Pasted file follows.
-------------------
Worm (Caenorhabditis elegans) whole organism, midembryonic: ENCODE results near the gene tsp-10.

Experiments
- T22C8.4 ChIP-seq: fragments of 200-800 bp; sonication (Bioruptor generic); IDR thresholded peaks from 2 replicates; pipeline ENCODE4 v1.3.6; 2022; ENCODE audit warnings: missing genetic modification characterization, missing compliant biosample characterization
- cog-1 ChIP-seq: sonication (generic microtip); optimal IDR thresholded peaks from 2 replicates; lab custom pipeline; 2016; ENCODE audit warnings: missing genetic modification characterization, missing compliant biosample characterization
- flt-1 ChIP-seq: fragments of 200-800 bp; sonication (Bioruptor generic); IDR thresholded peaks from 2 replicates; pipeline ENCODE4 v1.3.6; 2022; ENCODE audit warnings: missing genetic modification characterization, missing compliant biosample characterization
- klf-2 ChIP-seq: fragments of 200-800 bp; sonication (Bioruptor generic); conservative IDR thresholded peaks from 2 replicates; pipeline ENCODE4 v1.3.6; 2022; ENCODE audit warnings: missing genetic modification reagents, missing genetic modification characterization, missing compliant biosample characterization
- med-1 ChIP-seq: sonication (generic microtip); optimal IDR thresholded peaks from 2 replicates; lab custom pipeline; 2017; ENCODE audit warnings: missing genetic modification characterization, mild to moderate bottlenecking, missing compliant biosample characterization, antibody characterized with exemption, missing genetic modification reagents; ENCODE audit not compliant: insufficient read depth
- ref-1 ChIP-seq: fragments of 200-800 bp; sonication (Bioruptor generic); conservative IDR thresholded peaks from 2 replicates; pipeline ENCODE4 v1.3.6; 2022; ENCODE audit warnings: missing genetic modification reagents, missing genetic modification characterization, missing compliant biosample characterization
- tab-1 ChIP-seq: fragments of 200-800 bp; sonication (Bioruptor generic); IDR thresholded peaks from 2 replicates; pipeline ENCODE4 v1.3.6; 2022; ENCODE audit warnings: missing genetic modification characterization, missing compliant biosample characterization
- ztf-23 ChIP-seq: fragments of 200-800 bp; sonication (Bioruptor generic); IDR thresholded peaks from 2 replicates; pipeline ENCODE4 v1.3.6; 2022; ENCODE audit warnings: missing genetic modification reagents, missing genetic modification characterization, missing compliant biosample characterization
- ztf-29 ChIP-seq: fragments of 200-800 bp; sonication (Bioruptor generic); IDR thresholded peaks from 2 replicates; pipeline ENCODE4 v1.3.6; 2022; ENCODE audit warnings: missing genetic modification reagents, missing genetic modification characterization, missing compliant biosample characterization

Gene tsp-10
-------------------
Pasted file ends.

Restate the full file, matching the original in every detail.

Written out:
Worm (Caenorhabditis elegans) whole organism, midembryonic: ENCODE results near the gene tsp-10.

Experiments
- T22C8.4 ChIP-seq: fragments of 200-800 bp; sonication (Bioruptor generic); IDR thresholded peaks from 2 replicates; pipeline ENCODE4 v1.3.6; 2022; ENCODE audit warnings: missing genetic modification characterization, missing compliant biosample characterization
- cog-1 ChIP-seq: sonication (generic microtip); optimal IDR thresholded peaks from 2 replicates; lab custom pipeline; 2016; ENCODE audit warnings: missing genetic modification characterization, missing compliant biosample characterization
- flt-1 ChIP-seq: fragments of 200-800 bp; sonication (Bioruptor generic); IDR thresholded peaks from 2 replicates; pipeline ENCODE4 v1.3.6; 2022; ENCODE audit warnings: missing genetic modification characterization, missing compliant biosample characterization
- klf-2 ChIP-seq: fragments of 200-800 bp; sonication (Bioruptor generic); conservative IDR thresholded peaks from 2 replicates; pipeline ENCODE4 v1.3.6; 2022; ENCODE audit warnings: missing genetic modification reagents, missing genetic modification characterization, missing compliant biosample characterization
- med-1 ChIP-seq: sonication (generic microtip); optimal IDR thresholded peaks from 2 replicates; lab custom pipeline; 2017; ENCODE audit warnings: missing genetic modification characterization, mild to moderate bottlenecking, missing compliant biosample characterization, antibody characterized with exemption, missing genetic modification reagents; ENCODE audit not compliant: insufficient read depth
- ref-1 ChIP-seq: fragments of 200-800 bp; sonication (Bioruptor generic); conservative IDR thresholded peaks from 2 replicates; pipeline ENCODE4 v1.3.6; 2022; ENCODE audit warnings: missing genetic modification reagents, missing genetic modification characterization, missing compliant biosample characterization
- tab-1 ChIP-seq: fragments of 200-800 bp; sonication (Bioruptor generic); IDR thresholded peaks from 2 replicates; pipeline ENCODE4 v1.3.6; 2022; ENCODE audit warnings: missing genetic modification characterization, missing compliant biosample characterization
- ztf-23 ChIP-seq: fragments of 200-800 bp; sonication (Bioruptor generic); IDR thresholded peaks from 2 replicates; pipeline ENCODE4 v1.3.6; 2022; ENCODE audit warnings: missing genetic modification reagents, missing genetic modification characterization, missing compliant biosample characterization
- ztf-29 ChIP-seq: fragments of 200-800 bp; sonication (Bioruptor generic); IDR thresholded peaks from 2 replicates; pipeline ENCODE4 v1.3.6; 2022; ENCODE audit warnings: missing genetic modification reagents, missing genetic modification characterization, missing compliant biosample characterization

Gene tsp-10